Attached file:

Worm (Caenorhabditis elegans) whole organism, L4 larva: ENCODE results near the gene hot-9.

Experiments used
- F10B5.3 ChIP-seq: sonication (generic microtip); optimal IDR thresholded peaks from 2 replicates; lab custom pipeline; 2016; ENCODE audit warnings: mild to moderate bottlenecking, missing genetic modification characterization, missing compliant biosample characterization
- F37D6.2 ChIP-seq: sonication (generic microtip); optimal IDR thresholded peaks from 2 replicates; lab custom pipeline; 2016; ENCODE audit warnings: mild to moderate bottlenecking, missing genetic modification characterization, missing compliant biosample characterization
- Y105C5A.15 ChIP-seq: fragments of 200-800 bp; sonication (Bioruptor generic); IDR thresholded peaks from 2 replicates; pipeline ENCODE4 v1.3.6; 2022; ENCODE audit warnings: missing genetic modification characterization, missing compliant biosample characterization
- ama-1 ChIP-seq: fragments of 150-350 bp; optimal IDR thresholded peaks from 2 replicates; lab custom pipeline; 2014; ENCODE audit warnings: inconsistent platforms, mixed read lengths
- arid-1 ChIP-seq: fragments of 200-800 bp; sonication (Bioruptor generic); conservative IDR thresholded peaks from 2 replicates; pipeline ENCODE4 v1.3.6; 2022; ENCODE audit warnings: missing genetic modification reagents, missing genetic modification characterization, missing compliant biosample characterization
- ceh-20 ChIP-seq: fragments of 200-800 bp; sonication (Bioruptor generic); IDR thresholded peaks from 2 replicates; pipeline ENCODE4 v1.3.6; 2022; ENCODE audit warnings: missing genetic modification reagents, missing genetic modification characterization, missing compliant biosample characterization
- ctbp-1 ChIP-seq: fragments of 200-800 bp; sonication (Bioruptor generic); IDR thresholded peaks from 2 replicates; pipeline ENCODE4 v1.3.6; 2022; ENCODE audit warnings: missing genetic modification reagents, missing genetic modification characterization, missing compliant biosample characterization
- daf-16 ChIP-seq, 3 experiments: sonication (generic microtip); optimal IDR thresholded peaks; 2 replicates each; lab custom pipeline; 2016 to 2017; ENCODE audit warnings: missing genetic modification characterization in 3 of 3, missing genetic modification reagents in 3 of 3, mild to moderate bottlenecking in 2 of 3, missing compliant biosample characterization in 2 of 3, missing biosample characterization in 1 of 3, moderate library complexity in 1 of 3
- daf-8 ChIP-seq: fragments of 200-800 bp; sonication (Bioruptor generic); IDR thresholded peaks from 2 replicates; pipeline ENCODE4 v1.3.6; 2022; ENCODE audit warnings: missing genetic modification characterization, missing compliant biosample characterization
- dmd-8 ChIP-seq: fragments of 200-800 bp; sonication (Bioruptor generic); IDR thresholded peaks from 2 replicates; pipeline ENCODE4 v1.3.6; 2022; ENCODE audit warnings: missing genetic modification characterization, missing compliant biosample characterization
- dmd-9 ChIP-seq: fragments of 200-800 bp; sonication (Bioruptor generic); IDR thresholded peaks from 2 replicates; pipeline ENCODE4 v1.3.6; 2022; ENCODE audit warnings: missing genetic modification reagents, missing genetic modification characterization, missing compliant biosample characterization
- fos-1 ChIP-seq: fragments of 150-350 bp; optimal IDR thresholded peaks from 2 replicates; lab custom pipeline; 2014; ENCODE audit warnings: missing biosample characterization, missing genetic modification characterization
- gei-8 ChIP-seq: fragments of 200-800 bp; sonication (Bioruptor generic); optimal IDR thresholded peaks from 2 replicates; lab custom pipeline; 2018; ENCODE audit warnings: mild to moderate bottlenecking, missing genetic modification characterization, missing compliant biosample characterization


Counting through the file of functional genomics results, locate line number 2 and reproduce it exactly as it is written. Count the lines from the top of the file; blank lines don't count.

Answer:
Experiments used